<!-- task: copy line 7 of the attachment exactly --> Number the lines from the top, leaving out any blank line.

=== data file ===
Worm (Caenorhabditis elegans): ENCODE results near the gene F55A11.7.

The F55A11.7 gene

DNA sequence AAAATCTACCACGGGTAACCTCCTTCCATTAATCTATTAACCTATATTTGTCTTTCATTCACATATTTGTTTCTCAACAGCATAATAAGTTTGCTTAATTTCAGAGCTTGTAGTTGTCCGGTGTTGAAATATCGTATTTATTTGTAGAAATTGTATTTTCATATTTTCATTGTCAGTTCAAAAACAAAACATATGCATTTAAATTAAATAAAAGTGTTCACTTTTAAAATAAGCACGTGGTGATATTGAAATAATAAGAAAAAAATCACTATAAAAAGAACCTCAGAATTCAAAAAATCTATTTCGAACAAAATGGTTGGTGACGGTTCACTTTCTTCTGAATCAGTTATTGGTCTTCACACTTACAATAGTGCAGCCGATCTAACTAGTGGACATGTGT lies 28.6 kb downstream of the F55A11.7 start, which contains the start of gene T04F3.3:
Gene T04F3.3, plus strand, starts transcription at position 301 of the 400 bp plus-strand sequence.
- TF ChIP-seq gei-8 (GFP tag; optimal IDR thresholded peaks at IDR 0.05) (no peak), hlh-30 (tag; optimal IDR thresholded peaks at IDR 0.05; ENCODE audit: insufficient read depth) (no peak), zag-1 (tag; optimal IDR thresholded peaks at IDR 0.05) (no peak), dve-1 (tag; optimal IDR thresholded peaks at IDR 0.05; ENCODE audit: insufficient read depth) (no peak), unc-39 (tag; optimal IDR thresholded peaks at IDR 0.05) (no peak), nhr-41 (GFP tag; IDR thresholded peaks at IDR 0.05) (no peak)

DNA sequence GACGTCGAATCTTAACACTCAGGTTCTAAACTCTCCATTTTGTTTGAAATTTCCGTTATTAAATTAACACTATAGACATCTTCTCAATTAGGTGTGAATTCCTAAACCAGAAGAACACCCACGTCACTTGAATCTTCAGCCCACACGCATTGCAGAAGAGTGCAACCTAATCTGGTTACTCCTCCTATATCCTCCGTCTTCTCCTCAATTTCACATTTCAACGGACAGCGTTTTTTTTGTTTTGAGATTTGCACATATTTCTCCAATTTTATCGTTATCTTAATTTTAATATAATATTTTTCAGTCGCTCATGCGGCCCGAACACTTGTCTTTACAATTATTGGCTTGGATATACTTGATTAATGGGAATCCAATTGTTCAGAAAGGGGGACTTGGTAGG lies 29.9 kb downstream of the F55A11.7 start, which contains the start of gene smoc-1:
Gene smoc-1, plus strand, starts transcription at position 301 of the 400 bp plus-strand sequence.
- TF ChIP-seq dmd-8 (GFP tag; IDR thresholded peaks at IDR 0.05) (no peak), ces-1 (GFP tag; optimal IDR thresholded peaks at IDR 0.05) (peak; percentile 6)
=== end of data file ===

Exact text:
Gene smoc-1, plus strand, starts transcription at position 301 of the 400 bp plus-strand sequence.